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Three characteristics of monopoly

        There is only one firm in the industry, the monopolist.

        There are substantial barriers to entry.

        The monopolist is a short run profit maximiser.


In reality the government and other agencies call firms who have more than 25% of any particular market a monopoly.


Monopolies can be national (royal mail), regional (water companies) or local (petrol station).


Revenue curves

The downward sloping demand curve for the industry must also be the demand curve for the firm. This gives the monopolist the power to be a price maker, he can set the price and then sell whatever quantity consumers are willing to buy at that price. Rather than setting the price, he can set the quantity he wishes to sell and then accept the price the market is willing to pay.


Ideally the monopolist would like to be able to sell a large quantity at a high price, however it can only set one or the other.  It is because of this we say that the monopolist is constrained by the demand curve, as shown overleaf.


The demand curve is relatively inelastic as there are no substitutes available.



Short run equilibrium

There are three possible outcomes, abnormal profits, normal profits and losses.

        Abnormal profits (AR>AC)


        Normal profits (AR=AC)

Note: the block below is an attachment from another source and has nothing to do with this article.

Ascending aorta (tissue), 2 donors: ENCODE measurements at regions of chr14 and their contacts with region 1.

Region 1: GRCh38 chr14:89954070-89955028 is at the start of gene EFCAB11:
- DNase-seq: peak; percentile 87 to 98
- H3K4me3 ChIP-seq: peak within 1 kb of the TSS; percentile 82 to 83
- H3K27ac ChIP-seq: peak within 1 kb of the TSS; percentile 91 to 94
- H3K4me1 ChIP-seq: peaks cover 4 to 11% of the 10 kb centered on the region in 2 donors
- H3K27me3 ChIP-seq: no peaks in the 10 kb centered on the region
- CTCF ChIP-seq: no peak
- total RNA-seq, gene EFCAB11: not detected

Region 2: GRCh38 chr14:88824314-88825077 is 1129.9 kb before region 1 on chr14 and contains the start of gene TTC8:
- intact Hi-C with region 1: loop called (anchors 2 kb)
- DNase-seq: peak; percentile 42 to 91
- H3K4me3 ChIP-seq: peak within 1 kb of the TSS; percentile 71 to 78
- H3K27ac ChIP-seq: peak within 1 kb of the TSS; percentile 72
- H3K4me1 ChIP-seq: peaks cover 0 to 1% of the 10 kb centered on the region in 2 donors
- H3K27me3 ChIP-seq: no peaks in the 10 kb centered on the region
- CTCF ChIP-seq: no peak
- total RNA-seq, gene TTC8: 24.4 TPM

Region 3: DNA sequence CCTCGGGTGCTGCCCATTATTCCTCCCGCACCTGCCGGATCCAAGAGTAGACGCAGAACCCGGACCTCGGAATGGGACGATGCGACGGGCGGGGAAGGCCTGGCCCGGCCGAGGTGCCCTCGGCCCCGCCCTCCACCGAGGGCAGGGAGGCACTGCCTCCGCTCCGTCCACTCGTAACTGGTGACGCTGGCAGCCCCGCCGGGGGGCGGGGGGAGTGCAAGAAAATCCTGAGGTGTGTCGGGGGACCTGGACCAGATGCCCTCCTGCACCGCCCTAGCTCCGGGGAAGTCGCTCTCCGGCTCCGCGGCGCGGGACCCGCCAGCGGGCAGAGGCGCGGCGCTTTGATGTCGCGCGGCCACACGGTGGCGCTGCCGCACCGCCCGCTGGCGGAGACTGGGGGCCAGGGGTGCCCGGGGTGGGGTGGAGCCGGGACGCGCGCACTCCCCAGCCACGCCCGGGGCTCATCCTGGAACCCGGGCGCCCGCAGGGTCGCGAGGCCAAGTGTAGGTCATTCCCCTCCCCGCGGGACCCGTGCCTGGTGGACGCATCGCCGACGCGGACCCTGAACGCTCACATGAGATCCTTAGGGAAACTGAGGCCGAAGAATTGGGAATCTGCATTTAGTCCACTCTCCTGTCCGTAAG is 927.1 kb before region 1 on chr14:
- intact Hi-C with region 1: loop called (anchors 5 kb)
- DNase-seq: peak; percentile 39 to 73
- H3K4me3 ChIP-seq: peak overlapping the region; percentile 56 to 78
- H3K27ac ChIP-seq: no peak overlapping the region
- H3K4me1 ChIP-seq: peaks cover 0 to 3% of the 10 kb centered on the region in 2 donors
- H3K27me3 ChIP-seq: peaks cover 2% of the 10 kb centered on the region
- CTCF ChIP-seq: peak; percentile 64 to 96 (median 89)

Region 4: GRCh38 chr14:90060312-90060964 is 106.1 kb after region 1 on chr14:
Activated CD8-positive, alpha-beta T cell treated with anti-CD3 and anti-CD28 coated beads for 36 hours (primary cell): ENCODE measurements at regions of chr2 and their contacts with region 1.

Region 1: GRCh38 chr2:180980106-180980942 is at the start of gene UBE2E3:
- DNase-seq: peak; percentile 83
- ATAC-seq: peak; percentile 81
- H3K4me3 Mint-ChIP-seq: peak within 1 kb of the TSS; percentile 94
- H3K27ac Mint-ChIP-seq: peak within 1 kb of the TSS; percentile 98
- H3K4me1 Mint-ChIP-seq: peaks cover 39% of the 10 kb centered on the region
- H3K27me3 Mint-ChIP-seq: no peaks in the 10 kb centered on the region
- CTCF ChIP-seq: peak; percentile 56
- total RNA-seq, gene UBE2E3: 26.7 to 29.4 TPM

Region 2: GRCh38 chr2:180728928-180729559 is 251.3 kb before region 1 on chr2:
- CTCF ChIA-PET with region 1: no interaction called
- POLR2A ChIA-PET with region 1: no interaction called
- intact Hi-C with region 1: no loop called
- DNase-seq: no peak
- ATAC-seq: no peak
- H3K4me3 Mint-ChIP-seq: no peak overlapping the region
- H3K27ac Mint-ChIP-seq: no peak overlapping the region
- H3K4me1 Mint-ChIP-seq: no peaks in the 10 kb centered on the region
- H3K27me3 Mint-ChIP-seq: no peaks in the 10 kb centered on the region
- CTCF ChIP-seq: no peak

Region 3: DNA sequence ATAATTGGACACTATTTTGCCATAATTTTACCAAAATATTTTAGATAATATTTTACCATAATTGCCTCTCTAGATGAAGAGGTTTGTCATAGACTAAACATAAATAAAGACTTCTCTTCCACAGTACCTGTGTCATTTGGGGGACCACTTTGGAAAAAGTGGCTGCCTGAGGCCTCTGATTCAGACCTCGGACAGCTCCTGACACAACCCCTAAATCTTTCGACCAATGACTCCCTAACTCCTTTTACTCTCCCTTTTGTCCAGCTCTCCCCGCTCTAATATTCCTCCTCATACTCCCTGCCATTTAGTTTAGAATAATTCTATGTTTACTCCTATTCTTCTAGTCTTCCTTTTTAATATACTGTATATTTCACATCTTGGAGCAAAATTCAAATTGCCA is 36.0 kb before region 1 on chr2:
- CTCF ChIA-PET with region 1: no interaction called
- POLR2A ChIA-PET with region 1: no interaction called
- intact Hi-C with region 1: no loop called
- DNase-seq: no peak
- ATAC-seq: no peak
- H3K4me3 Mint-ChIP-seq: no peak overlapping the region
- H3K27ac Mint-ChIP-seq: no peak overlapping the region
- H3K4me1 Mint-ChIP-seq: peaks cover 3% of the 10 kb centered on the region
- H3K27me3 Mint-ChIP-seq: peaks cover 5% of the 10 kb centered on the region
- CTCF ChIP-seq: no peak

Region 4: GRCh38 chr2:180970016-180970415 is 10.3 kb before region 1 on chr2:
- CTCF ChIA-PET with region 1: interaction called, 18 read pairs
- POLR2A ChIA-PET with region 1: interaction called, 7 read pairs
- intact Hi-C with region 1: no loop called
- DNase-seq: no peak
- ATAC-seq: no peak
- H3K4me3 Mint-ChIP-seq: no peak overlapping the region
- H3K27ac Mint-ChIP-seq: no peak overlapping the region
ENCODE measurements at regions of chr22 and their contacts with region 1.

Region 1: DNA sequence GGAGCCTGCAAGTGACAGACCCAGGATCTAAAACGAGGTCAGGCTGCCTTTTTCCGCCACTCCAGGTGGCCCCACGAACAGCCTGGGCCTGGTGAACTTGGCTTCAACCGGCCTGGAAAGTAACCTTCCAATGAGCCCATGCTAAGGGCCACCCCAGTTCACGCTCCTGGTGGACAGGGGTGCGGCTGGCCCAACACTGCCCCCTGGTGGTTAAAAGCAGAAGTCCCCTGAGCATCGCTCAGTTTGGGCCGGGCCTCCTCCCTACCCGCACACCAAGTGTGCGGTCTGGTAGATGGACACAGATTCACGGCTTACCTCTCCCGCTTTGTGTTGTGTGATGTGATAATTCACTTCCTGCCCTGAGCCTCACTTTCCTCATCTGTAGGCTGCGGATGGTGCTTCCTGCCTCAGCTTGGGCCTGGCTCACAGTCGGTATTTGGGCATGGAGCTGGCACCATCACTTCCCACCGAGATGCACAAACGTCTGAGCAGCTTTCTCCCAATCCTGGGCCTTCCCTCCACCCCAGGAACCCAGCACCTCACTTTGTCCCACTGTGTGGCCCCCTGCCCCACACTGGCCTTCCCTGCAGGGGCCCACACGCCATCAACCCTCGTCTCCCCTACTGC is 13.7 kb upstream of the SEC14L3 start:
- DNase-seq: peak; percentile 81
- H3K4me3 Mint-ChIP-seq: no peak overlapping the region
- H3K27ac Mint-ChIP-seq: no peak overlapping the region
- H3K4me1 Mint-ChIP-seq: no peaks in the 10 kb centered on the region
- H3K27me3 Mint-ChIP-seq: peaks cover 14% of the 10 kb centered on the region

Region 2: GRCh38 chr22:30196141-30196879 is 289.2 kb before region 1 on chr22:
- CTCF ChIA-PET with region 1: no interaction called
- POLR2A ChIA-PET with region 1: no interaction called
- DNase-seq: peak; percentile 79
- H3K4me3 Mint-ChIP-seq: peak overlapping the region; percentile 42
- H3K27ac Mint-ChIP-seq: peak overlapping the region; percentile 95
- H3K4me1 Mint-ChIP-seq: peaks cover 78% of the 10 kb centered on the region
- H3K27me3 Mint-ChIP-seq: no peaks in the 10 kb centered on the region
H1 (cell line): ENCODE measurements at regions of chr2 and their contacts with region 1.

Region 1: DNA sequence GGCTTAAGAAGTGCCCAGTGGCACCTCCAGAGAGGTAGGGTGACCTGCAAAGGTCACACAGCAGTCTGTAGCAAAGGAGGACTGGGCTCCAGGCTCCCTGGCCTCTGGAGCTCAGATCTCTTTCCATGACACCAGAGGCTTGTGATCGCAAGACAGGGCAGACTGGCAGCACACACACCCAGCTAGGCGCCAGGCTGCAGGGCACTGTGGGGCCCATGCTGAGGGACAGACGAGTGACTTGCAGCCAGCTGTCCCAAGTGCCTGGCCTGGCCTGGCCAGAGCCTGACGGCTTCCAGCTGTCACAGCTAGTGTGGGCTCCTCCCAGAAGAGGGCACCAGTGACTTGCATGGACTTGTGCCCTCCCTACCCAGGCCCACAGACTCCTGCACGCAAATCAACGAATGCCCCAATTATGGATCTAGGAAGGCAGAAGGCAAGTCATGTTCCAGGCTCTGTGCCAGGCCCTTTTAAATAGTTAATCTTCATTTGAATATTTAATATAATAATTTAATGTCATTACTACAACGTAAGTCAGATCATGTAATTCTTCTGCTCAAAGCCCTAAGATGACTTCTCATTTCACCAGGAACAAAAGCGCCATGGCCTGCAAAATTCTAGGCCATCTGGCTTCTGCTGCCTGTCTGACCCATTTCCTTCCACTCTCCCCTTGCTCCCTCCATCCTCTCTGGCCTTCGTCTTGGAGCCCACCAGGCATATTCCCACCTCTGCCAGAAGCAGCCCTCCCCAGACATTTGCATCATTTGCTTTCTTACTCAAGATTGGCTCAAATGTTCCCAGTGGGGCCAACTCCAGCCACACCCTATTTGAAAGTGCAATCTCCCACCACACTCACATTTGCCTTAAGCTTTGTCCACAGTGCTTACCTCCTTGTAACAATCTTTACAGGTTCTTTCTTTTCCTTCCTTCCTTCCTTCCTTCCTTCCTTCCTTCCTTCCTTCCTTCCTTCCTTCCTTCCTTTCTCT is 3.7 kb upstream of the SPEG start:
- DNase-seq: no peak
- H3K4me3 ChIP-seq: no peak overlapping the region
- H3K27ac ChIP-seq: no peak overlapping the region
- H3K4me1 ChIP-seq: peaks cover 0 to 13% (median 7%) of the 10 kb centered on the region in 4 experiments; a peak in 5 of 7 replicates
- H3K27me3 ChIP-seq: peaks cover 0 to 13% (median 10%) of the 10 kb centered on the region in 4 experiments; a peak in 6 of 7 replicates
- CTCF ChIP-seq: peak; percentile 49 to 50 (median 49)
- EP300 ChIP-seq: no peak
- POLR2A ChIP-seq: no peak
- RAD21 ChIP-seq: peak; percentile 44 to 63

Losses (AR less than AC).


Long run equilibrium

If losses persist in the long run the monopolist will leave the market (unless it receives a subsidy or it has an objective other than making a profit).


If abnormal or normal profits are being earned, the monopolist will remain in the market in the long run. Unlike perfect competition, it is possible to earn abnormal profits in the long run due to the presence of barriers to entry, which prevent firms entering the industry and eroding the profits.


Notes on the internet
Monopoly PowerPoint Presentation
Produced by Drexel University
Monopoly Interactive Test
Produced by Oklahoma State University
Monopoly Worksheets
Competition Commission
OFT (The Office of Fair Trading)
F DTI (The Department of Trade and Industry)
OFTEL (Office of Telecommunications)
For further information on electricity and gas regulation
OFWAT (Office of Water Regulation)
OFGAS (Office of Gas Regulation)
ORR (Office of the Rail Regulator)
Civil Aviation Authority visit:
Financial Services Authority
Independent Television Commission
Radio Authority
Competition Policy section of the European Commission
US Federal Trade Commission
United States Department of Justice
United States Department of Justice (Anti-Trust Division)




E-mail Steve Margetts